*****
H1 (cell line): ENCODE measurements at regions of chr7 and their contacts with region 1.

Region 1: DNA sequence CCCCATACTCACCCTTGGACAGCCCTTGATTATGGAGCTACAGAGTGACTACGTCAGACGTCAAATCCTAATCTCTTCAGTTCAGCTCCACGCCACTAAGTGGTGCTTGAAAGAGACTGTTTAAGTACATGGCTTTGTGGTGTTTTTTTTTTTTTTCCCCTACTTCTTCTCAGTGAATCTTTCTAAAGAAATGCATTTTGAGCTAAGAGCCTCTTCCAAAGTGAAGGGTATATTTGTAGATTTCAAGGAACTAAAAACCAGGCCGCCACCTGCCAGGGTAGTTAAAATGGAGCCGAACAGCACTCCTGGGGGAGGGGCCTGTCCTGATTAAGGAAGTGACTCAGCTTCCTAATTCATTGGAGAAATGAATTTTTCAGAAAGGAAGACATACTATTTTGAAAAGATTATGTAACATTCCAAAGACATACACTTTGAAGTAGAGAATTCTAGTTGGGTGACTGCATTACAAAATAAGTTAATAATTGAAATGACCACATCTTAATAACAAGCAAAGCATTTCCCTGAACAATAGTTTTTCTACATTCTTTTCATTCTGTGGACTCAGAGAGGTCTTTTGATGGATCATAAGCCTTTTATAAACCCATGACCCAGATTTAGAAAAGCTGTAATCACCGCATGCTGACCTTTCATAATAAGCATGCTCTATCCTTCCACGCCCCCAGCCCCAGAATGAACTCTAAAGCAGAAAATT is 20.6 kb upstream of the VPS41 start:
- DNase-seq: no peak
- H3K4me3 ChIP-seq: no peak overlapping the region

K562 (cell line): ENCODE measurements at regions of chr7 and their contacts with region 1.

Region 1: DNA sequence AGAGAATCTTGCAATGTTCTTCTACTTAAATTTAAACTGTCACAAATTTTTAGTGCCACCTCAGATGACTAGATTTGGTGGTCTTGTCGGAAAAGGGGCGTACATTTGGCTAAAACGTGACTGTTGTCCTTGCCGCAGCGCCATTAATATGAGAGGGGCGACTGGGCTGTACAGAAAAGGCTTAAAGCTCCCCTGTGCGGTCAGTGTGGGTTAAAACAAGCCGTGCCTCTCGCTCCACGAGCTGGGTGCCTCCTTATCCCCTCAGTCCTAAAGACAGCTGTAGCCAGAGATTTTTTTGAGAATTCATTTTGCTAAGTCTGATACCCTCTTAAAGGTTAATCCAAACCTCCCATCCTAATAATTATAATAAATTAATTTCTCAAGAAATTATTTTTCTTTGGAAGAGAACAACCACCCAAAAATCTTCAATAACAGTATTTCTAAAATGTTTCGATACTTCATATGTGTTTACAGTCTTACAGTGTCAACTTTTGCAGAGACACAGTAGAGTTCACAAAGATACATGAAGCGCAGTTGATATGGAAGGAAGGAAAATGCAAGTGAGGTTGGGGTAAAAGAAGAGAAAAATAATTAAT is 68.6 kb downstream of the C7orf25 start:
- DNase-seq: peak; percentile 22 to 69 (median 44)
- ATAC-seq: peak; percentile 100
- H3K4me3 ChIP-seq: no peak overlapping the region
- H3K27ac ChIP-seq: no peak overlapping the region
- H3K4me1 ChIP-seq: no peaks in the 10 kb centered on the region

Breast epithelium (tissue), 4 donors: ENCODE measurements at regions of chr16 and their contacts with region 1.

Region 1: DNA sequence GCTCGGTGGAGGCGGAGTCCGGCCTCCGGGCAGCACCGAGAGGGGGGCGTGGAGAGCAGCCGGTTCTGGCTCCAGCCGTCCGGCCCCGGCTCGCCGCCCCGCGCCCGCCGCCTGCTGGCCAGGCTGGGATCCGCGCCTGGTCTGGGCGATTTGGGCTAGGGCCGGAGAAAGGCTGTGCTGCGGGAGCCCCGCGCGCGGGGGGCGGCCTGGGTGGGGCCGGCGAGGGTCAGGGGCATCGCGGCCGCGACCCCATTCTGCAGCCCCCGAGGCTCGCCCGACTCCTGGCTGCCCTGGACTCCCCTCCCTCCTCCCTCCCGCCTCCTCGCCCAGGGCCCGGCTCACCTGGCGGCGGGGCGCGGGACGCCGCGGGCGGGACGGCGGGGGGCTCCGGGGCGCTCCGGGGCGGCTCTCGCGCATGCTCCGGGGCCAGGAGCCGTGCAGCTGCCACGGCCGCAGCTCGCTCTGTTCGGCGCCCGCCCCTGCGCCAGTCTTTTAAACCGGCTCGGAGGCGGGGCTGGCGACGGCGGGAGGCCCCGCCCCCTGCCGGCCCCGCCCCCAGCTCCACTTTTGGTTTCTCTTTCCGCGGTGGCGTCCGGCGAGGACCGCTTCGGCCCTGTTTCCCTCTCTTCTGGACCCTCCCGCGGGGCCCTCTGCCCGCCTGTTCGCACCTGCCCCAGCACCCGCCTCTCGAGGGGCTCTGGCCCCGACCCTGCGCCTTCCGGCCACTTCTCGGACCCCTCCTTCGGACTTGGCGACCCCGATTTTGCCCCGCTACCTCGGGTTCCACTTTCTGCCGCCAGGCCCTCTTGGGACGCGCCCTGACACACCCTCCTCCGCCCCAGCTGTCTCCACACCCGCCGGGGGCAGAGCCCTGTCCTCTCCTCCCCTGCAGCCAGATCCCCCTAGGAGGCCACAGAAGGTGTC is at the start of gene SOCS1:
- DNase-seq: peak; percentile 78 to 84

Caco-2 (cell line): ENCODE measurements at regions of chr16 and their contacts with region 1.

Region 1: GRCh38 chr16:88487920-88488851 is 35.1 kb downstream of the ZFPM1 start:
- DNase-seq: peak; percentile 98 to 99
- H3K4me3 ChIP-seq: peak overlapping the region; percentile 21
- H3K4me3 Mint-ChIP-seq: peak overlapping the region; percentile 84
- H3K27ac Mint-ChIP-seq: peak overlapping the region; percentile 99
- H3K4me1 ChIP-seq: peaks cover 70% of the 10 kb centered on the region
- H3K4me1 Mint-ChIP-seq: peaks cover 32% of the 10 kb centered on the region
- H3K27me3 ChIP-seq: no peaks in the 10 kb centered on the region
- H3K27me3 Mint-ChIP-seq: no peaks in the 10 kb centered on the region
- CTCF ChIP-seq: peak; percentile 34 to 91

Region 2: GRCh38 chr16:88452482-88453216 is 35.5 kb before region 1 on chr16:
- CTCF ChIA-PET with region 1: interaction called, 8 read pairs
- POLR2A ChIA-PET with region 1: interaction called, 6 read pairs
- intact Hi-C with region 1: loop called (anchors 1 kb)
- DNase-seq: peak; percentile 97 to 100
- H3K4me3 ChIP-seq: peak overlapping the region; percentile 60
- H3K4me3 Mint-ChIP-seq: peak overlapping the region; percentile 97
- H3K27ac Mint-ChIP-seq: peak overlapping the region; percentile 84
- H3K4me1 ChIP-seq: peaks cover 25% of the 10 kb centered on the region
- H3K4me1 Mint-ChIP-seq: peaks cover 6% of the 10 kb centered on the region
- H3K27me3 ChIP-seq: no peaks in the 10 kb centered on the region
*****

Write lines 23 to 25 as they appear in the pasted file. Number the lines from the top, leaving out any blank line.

- H3K27me3 ChIP-seq: no peaks in the 10 kb centered on the region
- H3K27me3 Mint-ChIP-seq: no peaks in the 10 kb centered on the region
- CTCF ChIP-seq: peak; percentile 34 to 91